Treading water was no problem for a water polo player. Dornier X-28 was strafed to death, sinking farthest from the wharf and farthest from the rescue vessels. Gerry started the long swim to shore. He would have made it despite being tired from four days of physical effort and lack of sleep. I was some time before Harold Mathieson and Charlie D’Antoine saw him and scooped him up in their refueling ketch, Nicole [sic] Bay. Gerry watched the crew at work, picking up survivors, cool temperaments, weaving amongst the wide patches of burning fuel (Thompson-Gray, 2015: 101).

The X-28 had no ammunition as it was involved with interdicting the Japanese invasion fleet heading towards Java on 26 February 1942: ‘X-28 attacked landing craft with bombs and cannons, exchanging machine gun fire between the beach and enemy aircraft … with its strike power spent, X-28 slipped out of the battle unnoticed and returned to the Lengkong’ (Thompson-Gray, 2015: 96 – 97).

Survival was a miracle and what makes it even stranger was his disappearance from the historical record of even ever having been in Broome at all. After being landed at the old Broome jetty from Nicol Bay, Droste was exhausted:

Gerry was too spent to jostle for a seat in the passenger car. Instead, he laid back and closed his eyes for a recovery sleep on the unused flattop. As the train swept off the wharf at Town Beach, the official, believing Gerry dead didn’t record his name. When the train stopped near the small Broome Hospital, Gerry sat up. Some passengers alighted for medical attention while the dead were unloaded. A few patients joined the train before it pressed on to meet a bus running from Streeter’s to the airfield. Gerry waited with others in a medical centre next to military headquarters on the airfield…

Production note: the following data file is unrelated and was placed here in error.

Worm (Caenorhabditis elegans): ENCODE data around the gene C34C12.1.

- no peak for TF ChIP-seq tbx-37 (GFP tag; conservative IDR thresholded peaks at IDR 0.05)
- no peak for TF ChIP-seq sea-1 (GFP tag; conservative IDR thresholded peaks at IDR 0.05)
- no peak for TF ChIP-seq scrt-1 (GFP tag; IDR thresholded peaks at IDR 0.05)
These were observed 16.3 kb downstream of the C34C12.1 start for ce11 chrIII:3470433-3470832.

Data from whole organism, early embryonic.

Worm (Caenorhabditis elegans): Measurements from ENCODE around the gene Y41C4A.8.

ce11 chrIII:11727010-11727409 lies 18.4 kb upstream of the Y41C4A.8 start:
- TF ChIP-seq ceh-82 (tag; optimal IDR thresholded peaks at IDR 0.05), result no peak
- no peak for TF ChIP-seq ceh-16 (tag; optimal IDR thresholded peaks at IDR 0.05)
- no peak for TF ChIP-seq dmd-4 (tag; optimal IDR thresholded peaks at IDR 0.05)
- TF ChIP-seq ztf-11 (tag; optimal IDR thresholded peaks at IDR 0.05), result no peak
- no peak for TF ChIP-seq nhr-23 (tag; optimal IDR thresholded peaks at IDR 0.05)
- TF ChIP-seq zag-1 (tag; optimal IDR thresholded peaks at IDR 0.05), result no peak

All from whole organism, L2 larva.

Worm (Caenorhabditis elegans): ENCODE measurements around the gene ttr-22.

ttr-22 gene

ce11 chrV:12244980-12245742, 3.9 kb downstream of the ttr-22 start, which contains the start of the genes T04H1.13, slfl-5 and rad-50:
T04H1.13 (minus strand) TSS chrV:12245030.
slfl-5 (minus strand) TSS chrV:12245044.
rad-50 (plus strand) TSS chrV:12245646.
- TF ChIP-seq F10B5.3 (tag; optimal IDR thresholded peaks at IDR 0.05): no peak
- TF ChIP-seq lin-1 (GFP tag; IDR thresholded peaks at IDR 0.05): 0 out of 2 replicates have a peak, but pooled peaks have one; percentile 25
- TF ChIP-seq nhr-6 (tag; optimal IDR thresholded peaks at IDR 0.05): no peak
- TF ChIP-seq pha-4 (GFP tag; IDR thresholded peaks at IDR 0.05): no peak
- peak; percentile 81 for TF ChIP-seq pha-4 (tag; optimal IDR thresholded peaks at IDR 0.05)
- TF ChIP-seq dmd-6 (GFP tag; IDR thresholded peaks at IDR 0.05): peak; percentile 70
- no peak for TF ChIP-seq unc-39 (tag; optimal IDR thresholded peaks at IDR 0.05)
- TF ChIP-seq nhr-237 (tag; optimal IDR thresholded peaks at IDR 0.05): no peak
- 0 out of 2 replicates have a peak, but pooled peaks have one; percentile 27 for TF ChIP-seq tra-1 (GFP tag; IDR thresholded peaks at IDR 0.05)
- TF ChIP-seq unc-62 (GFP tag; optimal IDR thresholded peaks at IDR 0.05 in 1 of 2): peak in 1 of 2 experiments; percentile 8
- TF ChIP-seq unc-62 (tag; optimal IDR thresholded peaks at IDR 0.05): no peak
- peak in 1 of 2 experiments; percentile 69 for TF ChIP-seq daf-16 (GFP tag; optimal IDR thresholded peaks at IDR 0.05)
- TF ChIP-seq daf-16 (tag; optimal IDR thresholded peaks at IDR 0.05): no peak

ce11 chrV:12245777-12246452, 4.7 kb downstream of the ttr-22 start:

Gerry wasn’t officially recorded to have been in Broome until 2014 when the author invited Kasper Kuiper, Netherlands Consul General, Queensland, to a 105th birthday lunch for Gerry at Compton Gardens in Brisbane (Thompson-Gray, 2015: 102 – 103).

In recognition for his continuous service from 1938 to 1947 in the East he was bestowed his service pin in 2014.

Final flight crew and passenger list:

NoName (Last name/First Name)Date of BirthPlace of BirthSerial NumberRankOrganisation
1CROMMELIN, R.M.19-04-1908Leiden?LTZ 1MLD
2DROSTE, Gerhard Henri15-11-1909Soerabaja

04561 (new)

291091D (old)
7MEULEN, Th. van der02-01-1909?11034SGTVGMRMLD
9SERA, Henri Rudolf de †06-09-1920Bandoeng20120/DMILMATRTLGMLD
10STEGEMAN, J. G.10-06-1912??LTZ 1MLD

 † = Killed during the air raid.


Not found


The wreck site, together with a suite of another 14 flying boats from the United States Navy, Royal Air Force, Royal Australian Air Force and BOAC were lost in Broome during the air raid are protected sites through the Heritage of Western Australia Act 1990. It was declared that the Broome flying boat wreck sites were interim heritage places on 20 December 2002 and permanent places on 17 April 2003.


  • Geldhof, N. (1987).
    70 jaar Marineluchtvaartdienst.
    Uitgeverij Eisema B.V., Leeuwarden.
  • Jung, S. (2008).
    Australia’s undersea aerial armada: the aviation archaeology of World War II flying boat wrecks lying in Roebuck Bay, Broome, Western Australia.
    Unpublished Ph.D. thesis, Charles Darwin University, Darwin, Northern Territory.
  • Jung, S. (2018).
    The Story of Gerhard Droste and the Loss of Dornier Do 24K X-28: A Piece of the Broome Flying Boat Puzzle Revealed.
    Australasian Journal of Maritime Archaeology, Volume 42: 89 – 99.
  • Shores, C., Cull, C. and Izawa, Y. (1992).
    Bloody shambles, Volume Two: the defence of Sumatra to the fall of Burma.
    Grub Street, London.
  • Thompson-Gray, J. (2015).
    Love luck and larceny: memoirs from Broome 1942.
    John Thompson-Gray Pty Ltd, PO Box 1224, Toowang 4066.